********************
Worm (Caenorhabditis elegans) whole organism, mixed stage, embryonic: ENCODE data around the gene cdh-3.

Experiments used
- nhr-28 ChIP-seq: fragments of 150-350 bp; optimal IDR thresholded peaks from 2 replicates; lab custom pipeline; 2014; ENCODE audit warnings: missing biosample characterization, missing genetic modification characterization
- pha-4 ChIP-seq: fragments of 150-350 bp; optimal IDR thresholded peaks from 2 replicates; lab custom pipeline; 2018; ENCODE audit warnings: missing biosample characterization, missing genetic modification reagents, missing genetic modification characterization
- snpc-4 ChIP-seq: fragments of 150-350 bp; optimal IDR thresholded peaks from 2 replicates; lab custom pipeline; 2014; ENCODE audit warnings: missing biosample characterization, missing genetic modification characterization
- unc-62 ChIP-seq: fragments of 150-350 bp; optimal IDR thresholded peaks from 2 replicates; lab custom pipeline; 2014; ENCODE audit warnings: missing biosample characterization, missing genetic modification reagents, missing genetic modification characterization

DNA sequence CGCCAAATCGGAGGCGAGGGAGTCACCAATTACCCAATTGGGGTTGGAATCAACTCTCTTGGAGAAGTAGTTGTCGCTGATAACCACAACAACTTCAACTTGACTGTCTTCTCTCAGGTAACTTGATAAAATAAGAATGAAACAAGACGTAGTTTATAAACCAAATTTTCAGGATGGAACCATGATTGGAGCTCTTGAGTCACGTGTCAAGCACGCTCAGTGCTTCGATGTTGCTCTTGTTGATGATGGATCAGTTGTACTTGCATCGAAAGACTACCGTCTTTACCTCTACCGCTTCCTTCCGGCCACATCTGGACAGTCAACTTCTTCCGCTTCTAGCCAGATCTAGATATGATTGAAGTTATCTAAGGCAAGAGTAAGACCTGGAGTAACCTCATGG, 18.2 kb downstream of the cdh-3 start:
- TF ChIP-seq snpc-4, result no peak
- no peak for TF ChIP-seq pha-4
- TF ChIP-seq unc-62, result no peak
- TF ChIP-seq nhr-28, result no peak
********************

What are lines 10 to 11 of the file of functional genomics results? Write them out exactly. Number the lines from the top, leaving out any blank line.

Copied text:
- TF ChIP-seq unc-62, result no peak
- TF ChIP-seq nhr-28, result no peak